Pollination is vital in maintaining the natural balance of ecosystems and is the cornerstone of crop production. It provides a link between agriculture and the cycle of life.

Solitary bees play a significant role in pollination. It has been demonstrated that wild bees contribute US $3251/hectare for their pollination services worldwide, seven out of ten of which are solitary.

Bee pollination provides a wide variety of benefits to humanity. It contributes to areas like food processing, raw materials, medicines, and the maintenance of biodiversity and environmental protections.

5–8% of all global crop production would be lost without the pollination services provided by bees. This loss would necessitate changes in the human diet and the expansion of agricultural lands to resolve shortfalls in crop production.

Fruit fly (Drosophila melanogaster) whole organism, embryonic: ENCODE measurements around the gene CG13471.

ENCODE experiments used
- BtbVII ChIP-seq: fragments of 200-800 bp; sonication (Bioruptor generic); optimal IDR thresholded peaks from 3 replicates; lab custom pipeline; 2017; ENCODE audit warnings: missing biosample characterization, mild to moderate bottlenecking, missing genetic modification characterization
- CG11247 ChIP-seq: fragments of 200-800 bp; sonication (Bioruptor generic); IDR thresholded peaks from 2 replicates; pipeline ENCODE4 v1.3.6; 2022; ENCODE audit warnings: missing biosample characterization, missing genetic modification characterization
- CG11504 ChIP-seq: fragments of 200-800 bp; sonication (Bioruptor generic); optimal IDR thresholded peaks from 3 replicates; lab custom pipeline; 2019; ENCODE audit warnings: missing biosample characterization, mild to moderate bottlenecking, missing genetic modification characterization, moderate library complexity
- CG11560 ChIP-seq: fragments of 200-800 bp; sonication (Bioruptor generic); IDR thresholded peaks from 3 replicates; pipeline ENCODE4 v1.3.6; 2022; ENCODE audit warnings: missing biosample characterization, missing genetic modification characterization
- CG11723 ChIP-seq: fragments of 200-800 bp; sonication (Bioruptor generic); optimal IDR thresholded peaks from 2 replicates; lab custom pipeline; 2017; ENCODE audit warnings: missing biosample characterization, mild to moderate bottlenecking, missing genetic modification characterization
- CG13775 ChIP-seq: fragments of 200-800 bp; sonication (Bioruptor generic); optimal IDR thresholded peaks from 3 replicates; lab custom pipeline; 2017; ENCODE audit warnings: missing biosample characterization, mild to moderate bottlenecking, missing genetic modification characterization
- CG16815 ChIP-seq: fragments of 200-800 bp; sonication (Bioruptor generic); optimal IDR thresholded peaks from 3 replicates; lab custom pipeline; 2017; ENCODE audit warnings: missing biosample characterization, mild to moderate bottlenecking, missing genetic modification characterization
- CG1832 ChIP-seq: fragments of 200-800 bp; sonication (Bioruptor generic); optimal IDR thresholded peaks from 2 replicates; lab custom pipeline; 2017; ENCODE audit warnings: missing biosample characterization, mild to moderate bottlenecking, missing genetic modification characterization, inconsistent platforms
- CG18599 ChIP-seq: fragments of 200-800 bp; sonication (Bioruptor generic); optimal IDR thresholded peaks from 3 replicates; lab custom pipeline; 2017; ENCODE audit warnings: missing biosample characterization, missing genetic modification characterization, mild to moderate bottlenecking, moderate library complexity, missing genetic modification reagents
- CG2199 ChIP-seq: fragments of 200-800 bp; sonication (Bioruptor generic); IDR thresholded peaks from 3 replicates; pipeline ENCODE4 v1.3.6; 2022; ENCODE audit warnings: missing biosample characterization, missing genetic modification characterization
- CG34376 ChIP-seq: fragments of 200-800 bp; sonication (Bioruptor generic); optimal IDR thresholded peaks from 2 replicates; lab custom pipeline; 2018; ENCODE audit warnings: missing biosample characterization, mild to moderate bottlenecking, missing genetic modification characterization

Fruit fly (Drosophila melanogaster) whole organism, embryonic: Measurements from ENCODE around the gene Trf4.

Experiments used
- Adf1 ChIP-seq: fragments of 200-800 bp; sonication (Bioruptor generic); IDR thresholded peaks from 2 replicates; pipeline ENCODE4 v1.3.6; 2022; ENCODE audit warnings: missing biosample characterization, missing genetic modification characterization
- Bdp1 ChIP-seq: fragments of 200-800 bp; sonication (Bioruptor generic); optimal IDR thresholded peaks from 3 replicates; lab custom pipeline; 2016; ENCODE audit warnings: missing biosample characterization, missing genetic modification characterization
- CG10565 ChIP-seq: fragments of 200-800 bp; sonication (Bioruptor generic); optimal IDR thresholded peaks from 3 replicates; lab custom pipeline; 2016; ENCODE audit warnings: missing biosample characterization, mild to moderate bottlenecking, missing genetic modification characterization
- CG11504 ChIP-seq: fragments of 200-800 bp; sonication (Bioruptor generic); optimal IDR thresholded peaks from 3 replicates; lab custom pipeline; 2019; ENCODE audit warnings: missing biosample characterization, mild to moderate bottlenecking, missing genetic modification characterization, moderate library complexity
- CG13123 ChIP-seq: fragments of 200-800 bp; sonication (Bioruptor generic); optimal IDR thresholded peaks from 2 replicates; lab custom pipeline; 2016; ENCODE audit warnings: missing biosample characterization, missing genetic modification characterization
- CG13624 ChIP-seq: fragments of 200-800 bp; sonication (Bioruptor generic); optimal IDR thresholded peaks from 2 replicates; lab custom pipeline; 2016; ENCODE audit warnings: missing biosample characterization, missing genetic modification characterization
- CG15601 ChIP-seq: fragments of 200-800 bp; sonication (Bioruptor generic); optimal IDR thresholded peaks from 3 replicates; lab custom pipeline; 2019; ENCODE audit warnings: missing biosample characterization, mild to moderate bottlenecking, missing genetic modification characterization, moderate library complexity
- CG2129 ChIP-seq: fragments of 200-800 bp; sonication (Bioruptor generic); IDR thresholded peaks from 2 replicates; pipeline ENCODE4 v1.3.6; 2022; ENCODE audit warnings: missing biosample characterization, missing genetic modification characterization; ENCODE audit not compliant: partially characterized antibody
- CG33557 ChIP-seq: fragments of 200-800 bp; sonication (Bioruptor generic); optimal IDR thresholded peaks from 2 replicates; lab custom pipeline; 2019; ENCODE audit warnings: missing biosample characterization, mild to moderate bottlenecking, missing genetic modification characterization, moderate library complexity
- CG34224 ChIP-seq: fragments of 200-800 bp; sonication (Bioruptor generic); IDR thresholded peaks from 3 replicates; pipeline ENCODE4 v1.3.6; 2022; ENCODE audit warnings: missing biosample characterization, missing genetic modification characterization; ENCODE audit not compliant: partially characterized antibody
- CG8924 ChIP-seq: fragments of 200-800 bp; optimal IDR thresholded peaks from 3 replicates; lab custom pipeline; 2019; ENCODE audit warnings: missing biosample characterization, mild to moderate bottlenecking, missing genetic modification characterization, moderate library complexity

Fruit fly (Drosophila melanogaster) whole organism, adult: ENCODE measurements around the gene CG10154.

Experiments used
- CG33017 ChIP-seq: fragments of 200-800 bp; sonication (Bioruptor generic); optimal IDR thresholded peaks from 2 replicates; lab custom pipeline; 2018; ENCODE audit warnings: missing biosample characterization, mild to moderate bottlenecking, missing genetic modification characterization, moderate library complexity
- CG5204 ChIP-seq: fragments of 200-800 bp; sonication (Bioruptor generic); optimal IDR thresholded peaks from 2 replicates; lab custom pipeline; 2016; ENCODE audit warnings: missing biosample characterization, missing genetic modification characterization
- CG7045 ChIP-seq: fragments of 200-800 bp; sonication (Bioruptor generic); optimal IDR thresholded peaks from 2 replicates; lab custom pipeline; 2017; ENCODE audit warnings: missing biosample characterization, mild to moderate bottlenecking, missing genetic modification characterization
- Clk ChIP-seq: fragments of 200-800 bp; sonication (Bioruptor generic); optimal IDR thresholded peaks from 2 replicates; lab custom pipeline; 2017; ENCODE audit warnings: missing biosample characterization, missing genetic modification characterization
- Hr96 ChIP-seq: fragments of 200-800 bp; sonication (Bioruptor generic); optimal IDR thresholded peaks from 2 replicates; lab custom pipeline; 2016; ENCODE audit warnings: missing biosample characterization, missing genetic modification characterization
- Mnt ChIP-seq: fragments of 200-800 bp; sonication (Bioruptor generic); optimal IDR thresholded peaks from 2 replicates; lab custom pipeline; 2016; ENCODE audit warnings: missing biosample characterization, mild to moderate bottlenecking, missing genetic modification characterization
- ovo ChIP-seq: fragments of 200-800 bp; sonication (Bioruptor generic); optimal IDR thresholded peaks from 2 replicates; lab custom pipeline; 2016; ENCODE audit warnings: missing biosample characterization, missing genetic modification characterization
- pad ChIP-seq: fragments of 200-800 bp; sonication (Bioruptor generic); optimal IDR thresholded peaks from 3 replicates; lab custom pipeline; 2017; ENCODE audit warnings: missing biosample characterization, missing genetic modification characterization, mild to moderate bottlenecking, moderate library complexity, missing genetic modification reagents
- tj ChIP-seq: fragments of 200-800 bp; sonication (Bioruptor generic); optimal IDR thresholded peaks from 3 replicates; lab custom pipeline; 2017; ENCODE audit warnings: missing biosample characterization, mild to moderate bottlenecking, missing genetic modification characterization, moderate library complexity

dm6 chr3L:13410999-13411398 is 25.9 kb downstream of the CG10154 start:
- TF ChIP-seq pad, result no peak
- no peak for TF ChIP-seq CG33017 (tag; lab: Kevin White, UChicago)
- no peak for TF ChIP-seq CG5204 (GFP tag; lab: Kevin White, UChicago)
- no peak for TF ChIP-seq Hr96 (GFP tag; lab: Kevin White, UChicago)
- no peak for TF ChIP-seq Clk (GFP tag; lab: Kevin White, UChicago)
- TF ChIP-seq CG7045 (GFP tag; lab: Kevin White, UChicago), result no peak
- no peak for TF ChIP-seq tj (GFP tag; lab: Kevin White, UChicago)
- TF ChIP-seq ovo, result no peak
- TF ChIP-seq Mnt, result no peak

Bees face many challenges that can distort their lives, including shifts in land use, climate change, pesticides, genetics, and cultivation management.

In the U.S.A., the pollination activity of honey bees is well recognized for three species of crops: cucumber (Cucumis sativus Linn), for which there has been a 10% increase in yield and the number of colonies has increased from 40,000 to 45,000; cranberry (Vaccinium oxycoccos Linn), which experienced an increase in yield from 3.7 million in 1989 to 5.4 million in 1998, and pear (Pyrus communis Linn), which exhibited a 7% increase in fruit size and a net income increase of $400 per hectare.

Using insecticides and pesticides damages human health because crops and bee products become contaminated with agrochemicals that humans must eventually ingest.

Read the research here.